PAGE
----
“Three feet down to 3 1/2 feet would be significant around Venice,” he said. “It sounds simple, but bass will either be under the mat, at the edge or in the void.”

Rule 3: Tie on Weedless Lures

Being that he’s going to be fishing thick grass from May throughout the rest of the summer, Thomas fishes lures he knows will come through the grass easily and without fouling.

His favorites for fishing the grass mats are topwater frogs like the Stanley Ribbit or Zoom Horny Toad. These lures are hot for summer fishing because they will catch fish that explode through the mat and those that follow to the edge.

For fishing the voids, Thomas relies on Texas-rigged plastic worms, although he’ll sometimes fish them just like the frogs.

“Anything you can work over the grass and let flutter down at the edge will work,” he said.

Rule 4: Fish a Falling Tide

Bass are like redfish in that they will move up with rising water. That means they often push so far back into the canes that anglers can’t reach them. However, when the tide starts falling, bass are forced back into the ponds where they will stack up at little drains and cuts that flow into the pond to eat the bait being washed out.

Rule 5: Fish the Rocks if the Water is Clean

Although the ponds hold the best bass fishing during May, Thomas says the rock levees across from The Jump and down Grand Pass will offer good bass fishing if the river is low and clean. The rocks down Grand Pass have some drains and canals that come out into Grand Pass itself, and banging a deep-diving crankbait, something that goes about 10 or 12 feet deep, will provide a lot of action.

“You can also try a Rat-L-Trap,” Thomas added. “It will work better if the fish are higher in the water.”

River: Red

Rat: Russ McVey

Rule 1: Fish Topwaters First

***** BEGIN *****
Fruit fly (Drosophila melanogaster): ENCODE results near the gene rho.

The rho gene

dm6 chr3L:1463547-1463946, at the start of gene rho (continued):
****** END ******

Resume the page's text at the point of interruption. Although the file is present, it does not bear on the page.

May is a great topwater month on the Red River, according to guide Russ McVey, who holds the record for the largest bass, a 13.63-pound giant, caught from the Red.

With so much grass between the main river and the oxbows, McVey begins every morning throwing buzz baits or topwater frogs over the mats and around the edges. Before they retreat into the grass as the sun gets high, bass will go on a feeding binge for about an hour after daybreak.

Rule 2: Look for Hyacinths Near Deep Water

McVey noted that big bass would only spend a small portion of their day in shallow water. That’s why he looks for water hyacinths that are very close to deep water. These floating mats of cover provide big bass a great place to move up out of deep water to eat while offering quick retreats back to the security of the deep water from which they came.

Rule 3: Go Big or Go Home

When fishing the thick mats of water hyacinths, McVey routinely rigs up with 3/4- to 1 1/4-ounce Tru-Tungsten weights rigged in front of soft-plastic creature baits or craws like the NetBait Paca Craw. The heavy weight is necessary to penetrate the thick cover of hyacinths that offer very little wiggle room for baits to go through.

McVey also spools up with a minimum of 50-pound-test braided line. Going heavy allows him to get to the fish and get them out.

“Make sure to peg your sinker because you don’t your weight and bait sliding apart,” he said.

Rule 4: Bedding Bream Point Out Bass

By May, McVey fully expects bream to be bedding in shallow water in many of the oxbow lakes off the Red River. Since lots of these beds will be in shallow water with deep water nearby, it offers McVey the best of both worlds — a place to fish topwaters early and a place to back off and fish deep later in the day.

“When the topwater bite dies, you can fish jigs and Texas rigs in the deeper wood and grass later in the day,” McVey said.

Rule 5: Fish the Community Holes

According to McVey, there aren’t any secrets left in pools 4 and 5 of the Red River. All the best spots are well known because they have been prominently featured on fishing shows for the last few years. Also, spectator anglers often follow their favorite tournament anglers to their fishing spots, so they can go back and fish them later.

McVey pointed out Caspiana, the Bobo Hole and White House in Pool 5, and he mentioned Sullivan’s and the Jungle in Pool 4.

“Those places are community holes for a reason; they hold big fish,” McVey said. “The great thing about them is they have that shallow and deep water combination that is so important for catching big fish on the Red River.”

One thing you can say about river rats is they know exactly what to do to catch bass on Louisiana’s three major river systems. Follow their rules and catch fish. Before too long, anybody who knows you and is looking for you should know exactly where to find you.

About Chris Ginn 778 Articles
Chris Ginn has been covering hunting and fishing in Louisiana since 1998. He lives with his wife Jennifer and children Matthew and Rebecca along the Bogue Chitto River in rural Washington Parish. His blog can be found at chrisginn.com.